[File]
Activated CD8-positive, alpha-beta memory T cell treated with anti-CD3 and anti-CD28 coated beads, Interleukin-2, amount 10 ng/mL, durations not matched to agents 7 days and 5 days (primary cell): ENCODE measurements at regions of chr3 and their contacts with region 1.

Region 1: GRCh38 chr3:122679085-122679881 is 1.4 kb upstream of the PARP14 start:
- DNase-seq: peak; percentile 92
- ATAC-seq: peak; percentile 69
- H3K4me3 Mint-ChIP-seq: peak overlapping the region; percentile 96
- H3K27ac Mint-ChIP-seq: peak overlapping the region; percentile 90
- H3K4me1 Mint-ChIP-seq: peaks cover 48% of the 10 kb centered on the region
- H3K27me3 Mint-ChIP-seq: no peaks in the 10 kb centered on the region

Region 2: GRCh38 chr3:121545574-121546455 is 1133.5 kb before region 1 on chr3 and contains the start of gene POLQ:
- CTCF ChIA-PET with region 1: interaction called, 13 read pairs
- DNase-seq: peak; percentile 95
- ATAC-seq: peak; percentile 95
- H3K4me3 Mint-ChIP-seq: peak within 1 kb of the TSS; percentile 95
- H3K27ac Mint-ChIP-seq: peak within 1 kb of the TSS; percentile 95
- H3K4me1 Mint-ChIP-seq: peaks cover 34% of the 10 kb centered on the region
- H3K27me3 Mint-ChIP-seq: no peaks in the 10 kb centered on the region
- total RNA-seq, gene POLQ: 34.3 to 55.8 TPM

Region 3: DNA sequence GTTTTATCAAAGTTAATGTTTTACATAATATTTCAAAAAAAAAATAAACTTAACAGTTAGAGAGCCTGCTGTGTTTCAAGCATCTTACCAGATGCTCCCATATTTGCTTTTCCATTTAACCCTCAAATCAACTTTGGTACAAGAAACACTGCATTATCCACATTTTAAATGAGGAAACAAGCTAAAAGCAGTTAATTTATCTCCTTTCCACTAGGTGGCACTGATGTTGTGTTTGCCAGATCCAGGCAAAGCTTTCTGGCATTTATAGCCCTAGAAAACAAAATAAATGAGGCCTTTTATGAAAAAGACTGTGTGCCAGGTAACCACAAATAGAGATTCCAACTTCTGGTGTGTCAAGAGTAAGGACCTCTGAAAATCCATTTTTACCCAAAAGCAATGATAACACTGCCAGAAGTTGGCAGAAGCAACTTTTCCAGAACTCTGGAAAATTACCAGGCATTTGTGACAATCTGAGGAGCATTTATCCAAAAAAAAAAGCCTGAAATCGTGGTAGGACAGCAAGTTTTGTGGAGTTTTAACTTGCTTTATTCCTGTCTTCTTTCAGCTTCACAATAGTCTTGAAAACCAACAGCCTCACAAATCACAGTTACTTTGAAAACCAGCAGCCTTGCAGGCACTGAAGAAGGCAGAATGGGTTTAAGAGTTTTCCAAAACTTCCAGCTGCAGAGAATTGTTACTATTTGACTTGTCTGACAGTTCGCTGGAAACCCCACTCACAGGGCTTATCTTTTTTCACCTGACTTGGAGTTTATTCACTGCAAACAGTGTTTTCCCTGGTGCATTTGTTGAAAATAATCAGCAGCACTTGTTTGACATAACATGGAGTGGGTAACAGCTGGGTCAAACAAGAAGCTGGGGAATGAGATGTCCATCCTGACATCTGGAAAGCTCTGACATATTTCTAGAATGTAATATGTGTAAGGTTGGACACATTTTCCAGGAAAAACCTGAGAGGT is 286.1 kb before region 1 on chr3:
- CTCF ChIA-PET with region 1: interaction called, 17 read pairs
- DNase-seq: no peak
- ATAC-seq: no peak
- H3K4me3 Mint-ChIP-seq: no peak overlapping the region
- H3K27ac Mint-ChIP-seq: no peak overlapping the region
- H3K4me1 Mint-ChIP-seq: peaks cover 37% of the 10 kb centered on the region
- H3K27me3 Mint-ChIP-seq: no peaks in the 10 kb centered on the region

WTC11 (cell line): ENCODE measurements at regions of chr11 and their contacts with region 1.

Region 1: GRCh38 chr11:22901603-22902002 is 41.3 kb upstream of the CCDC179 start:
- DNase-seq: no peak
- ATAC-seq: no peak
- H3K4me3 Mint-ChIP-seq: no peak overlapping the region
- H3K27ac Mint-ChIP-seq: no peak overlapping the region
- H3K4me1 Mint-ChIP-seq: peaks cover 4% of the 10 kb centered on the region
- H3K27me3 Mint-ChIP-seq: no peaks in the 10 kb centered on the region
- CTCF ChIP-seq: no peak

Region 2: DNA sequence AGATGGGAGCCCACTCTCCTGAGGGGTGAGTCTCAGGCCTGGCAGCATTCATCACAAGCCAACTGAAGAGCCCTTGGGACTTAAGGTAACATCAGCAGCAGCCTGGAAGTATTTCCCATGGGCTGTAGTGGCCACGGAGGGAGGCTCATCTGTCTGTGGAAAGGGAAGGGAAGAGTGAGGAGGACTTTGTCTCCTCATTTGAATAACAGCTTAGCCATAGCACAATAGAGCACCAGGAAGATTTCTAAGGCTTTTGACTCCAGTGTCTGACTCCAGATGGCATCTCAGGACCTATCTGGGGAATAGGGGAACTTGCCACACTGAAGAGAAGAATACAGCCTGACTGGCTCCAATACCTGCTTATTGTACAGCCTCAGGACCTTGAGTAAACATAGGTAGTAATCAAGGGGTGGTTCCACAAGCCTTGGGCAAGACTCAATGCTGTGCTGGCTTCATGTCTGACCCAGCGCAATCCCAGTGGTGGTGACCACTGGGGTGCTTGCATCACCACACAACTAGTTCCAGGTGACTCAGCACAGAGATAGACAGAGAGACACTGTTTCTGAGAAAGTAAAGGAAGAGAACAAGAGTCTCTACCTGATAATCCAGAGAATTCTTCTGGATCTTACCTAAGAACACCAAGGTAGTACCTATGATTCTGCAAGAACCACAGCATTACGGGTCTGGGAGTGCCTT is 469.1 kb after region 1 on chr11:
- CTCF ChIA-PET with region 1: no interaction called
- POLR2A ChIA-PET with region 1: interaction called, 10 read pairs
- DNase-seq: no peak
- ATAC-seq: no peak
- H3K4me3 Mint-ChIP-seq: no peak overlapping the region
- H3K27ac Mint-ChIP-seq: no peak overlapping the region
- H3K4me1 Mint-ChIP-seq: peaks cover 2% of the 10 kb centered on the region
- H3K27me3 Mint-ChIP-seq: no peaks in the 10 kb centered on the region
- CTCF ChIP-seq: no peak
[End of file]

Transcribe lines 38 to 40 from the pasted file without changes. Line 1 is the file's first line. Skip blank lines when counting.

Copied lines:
- DNase-seq: no peak
- ATAC-seq: no peak
- H3K4me3 Mint-ChIP-seq: no peak overlapping the region